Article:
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I want to generate random numbers in the range -1, 1 and want each one to have equal probability of being generated ie I don't want the extremes to be less likely to come up. What is the best way of doing this. So far, I have used:

    2 * numpy.random.rand()-1

and also:

    2 * numpy.random.random_sample()-1

Thanks.

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Did you have any problem with the approach you used? –  Sven Marnach Jul 26 '12 at 15:48
    
@ Sven the problem is that I can't be sure that the extremes are as likely to be chosen as all the other possibilities. –  wot Jul 26 '12 at 15:51
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2 Answers

up vote 7 down vote accepted

Your approach is fine. An alternative is to use the function numpy.random.uniform():

>>> numpy.random.uniform(-1, 1, size=10)
array([-0.92592953, -0.6045348 , -0.52860837,  0.00321798,  0.16050848,
       -0.50421058,  0.06754615,  0.46329675, -0.40952318,  0.49804386])

Regarding the probability for the extremes: If it would be idealised, continuous random numbers, the probability to get one of the extremes would be 0. Since floating point numbers are a discretisation of the continuous real numbers, in realitiy there is some positive probability to get some of the extremes. This is some form of discretisation error, and it is almost certain that this error will be dwarved by other errors in your simulation. Stop worrying!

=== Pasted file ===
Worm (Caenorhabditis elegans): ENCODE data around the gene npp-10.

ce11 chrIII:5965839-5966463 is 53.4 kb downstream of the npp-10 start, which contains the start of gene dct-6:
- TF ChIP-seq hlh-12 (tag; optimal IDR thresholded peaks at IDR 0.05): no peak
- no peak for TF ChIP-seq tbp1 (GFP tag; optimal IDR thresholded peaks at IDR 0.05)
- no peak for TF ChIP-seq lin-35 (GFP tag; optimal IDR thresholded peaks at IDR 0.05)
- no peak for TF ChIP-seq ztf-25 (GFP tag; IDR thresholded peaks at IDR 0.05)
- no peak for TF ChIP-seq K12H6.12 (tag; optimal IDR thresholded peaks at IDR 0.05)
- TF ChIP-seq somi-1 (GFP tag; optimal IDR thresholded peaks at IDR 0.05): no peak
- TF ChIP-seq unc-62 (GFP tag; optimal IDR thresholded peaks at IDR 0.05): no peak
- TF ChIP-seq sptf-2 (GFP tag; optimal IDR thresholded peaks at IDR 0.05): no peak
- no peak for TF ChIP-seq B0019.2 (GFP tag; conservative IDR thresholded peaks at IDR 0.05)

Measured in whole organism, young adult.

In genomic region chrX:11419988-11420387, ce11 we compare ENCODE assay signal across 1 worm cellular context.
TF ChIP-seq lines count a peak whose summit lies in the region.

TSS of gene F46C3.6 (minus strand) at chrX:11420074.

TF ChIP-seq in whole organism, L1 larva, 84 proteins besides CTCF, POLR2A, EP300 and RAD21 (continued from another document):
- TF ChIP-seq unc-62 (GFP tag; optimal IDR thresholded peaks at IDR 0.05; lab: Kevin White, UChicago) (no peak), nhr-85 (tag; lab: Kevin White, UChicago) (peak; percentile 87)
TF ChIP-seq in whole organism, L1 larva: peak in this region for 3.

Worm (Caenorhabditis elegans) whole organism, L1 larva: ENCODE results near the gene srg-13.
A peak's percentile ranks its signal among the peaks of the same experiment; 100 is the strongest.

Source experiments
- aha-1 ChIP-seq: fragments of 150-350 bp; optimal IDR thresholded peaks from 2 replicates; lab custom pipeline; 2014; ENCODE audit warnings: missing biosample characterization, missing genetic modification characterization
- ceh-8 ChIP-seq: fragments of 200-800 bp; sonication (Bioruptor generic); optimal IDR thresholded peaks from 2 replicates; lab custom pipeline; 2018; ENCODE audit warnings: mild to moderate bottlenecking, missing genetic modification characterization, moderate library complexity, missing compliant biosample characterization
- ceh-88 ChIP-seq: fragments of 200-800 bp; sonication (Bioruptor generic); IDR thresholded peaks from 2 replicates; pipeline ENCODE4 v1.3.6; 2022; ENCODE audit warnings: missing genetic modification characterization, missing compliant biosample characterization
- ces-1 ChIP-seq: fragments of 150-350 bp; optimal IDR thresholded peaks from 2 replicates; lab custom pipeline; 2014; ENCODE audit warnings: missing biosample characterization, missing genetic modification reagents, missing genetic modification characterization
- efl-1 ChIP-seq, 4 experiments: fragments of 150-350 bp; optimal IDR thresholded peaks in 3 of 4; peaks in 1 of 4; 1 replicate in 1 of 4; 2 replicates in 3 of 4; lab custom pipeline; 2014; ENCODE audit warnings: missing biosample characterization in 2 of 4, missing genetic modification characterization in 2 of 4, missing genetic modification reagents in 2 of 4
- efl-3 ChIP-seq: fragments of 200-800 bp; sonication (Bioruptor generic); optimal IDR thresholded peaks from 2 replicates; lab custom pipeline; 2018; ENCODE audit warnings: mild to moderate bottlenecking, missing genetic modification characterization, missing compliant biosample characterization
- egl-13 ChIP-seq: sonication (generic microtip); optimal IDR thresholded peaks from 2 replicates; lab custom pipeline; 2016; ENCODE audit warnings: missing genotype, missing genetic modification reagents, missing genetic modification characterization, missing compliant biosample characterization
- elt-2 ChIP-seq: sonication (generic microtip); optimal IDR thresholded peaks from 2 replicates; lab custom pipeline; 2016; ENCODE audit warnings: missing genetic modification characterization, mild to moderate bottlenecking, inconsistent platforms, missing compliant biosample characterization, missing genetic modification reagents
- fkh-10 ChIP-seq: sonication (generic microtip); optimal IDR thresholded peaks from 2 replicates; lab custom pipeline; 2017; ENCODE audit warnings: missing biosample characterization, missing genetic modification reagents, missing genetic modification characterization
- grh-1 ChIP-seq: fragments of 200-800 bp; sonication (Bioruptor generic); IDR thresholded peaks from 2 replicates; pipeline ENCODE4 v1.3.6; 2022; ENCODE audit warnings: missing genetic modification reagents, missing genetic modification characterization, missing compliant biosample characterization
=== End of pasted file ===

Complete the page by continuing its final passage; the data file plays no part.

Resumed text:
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thanks. I will try the alternative! –  wot Jul 26 '12 at 15:53
    
@wok: Added a comment on the extremes. –  Sven Marnach Jul 26 '12 at 15:59
    
Thanks Sven. I will try and stop worrying :-) but easily said than done. –  wot Jul 26 '12 at 16:05
    
Note that in both methods the interval is half-open, so the upper bound will be produced with probability 0. –  ecatmur Jul 26 '12 at 16:34
1  
@ecatmur: For the specific values -1.0 and 1.0 as boundaries, this is true. For other values, the upper boundary might also be produced due to rounding (I know the documentation says something else, but the documentation is wrong). Anyway, the chances of hitting any of the boundary values are negligible, so this only matters in practice if you want to avoid some error state, like a division by zero. –  Sven Marnach Jul 26 '12 at 16:36
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From the documentation for numpy.random.random_sample:

Results are from the “continuous uniform” distribution over the stated interval. To sample Unif[A, b), b > a multiply the output of random_sample by (b-a) and add a:

 (b - a) * random_sample() + a

Per Sven Marnach's answer, the documentation probably needs updating to reference numpy.random.uniform.

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yes, that's where I checked first. Thanks. –  wot Jul 26 '12 at 16:14
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